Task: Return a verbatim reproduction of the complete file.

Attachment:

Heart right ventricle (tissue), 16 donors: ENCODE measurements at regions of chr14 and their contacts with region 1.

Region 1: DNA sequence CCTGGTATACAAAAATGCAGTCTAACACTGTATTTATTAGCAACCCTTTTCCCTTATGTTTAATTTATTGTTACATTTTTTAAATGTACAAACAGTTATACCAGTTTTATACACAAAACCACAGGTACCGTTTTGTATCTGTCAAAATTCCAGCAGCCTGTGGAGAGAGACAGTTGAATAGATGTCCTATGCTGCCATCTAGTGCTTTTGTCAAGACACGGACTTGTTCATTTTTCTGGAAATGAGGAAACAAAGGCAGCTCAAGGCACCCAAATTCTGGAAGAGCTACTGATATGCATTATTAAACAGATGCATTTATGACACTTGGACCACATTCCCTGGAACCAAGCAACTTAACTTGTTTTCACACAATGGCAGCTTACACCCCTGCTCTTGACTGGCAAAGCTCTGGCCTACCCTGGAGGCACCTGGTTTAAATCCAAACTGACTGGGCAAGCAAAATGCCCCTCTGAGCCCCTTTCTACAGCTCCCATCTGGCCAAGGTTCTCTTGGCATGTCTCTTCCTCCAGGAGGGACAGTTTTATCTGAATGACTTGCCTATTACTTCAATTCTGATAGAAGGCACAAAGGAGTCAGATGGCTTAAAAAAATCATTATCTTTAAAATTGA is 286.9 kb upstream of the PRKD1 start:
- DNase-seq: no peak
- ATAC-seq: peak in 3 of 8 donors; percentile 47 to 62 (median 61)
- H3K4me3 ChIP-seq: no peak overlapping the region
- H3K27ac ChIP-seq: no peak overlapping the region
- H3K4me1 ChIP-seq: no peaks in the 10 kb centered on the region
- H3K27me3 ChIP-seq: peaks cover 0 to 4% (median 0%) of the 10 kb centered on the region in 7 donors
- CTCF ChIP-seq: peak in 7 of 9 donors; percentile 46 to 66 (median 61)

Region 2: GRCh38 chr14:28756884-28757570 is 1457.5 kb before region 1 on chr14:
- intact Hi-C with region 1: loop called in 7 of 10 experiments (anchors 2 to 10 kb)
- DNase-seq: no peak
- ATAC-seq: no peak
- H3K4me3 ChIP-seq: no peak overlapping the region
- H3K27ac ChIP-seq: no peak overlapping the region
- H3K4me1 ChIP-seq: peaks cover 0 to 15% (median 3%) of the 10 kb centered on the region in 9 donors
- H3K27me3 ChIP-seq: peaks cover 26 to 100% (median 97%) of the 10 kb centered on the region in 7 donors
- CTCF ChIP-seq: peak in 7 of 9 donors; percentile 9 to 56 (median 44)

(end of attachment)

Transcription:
Heart right ventricle (tissue), 16 donors: ENCODE measurements at regions of chr14 and their contacts with region 1.

Region 1: DNA sequence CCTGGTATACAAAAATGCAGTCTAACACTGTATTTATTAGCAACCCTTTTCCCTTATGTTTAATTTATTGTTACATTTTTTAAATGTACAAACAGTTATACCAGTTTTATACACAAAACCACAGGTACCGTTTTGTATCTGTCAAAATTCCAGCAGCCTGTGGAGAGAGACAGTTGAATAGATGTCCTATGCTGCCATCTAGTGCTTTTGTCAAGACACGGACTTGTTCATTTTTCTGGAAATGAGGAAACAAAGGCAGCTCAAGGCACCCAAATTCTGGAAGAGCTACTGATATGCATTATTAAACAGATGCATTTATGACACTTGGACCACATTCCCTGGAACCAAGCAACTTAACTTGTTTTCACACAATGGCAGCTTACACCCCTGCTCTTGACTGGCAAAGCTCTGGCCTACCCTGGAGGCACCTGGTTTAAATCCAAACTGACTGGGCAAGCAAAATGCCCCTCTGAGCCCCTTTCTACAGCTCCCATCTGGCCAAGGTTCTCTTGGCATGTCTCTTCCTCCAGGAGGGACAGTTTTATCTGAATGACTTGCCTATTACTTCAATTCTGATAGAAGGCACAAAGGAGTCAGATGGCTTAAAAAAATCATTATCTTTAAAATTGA is 286.9 kb upstream of the PRKD1 start:
- DNase-seq: no peak
- ATAC-seq: peak in 3 of 8 donors; percentile 47 to 62 (median 61)
- H3K4me3 ChIP-seq: no peak overlapping the region
- H3K27ac ChIP-seq: no peak overlapping the region
- H3K4me1 ChIP-seq: no peaks in the 10 kb centered on the region
- H3K27me3 ChIP-seq: peaks cover 0 to 4% (median 0%) of the 10 kb centered on the region in 7 donors
- CTCF ChIP-seq: peak in 7 of 9 donors; percentile 46 to 66 (median 61)

Region 2: GRCh38 chr14:28756884-28757570 is 1457.5 kb before region 1 on chr14:
- intact Hi-C with region 1: loop called in 7 of 10 experiments (anchors 2 to 10 kb)
- DNase-seq: no peak
- ATAC-seq: no peak
- H3K4me3 ChIP-seq: no peak overlapping the region
- H3K27ac ChIP-seq: no peak overlapping the region
- H3K4me1 ChIP-seq: peaks cover 0 to 15% (median 3%) of the 10 kb centered on the region in 9 donors
- H3K27me3 ChIP-seq: peaks cover 26 to 100% (median 97%) of the 10 kb centered on the region in 7 donors
- CTCF ChIP-seq: peak in 7 of 9 donors; percentile 9 to 56 (median 44)